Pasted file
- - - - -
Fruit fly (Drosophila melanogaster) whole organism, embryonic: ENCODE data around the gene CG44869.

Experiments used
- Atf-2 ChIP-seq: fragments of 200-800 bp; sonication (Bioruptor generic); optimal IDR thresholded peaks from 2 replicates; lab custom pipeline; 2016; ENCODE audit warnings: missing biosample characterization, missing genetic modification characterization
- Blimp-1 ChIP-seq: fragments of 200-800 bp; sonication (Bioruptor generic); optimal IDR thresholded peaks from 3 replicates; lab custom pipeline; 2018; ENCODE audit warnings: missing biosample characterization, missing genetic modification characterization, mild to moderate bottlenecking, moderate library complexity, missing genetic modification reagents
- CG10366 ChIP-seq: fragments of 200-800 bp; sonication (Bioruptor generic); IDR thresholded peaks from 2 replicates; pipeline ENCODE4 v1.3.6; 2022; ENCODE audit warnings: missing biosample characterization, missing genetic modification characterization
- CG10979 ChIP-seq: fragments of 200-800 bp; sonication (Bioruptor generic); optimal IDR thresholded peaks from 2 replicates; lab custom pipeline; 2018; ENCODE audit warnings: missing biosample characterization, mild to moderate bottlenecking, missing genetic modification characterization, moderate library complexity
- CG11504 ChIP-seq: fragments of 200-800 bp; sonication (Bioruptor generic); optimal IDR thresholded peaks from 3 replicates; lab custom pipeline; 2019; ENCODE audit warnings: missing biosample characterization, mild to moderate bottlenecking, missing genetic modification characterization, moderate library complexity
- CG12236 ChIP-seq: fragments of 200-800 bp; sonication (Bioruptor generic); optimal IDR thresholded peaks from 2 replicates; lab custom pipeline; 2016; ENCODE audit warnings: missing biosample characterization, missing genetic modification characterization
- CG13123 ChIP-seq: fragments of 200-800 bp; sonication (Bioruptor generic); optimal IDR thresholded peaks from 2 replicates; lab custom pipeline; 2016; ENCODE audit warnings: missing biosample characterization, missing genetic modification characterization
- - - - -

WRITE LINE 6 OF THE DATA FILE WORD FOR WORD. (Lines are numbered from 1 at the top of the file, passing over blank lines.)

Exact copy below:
- CG10979 ChIP-seq: fragments of 200-800 bp; sonication (Bioruptor generic); optimal IDR thresholded peaks from 2 replicates; lab custom pipeline; 2018; ENCODE audit warnings: missing biosample characterization, mild to moderate bottlenecking, missing genetic modification characterization, moderate library complexity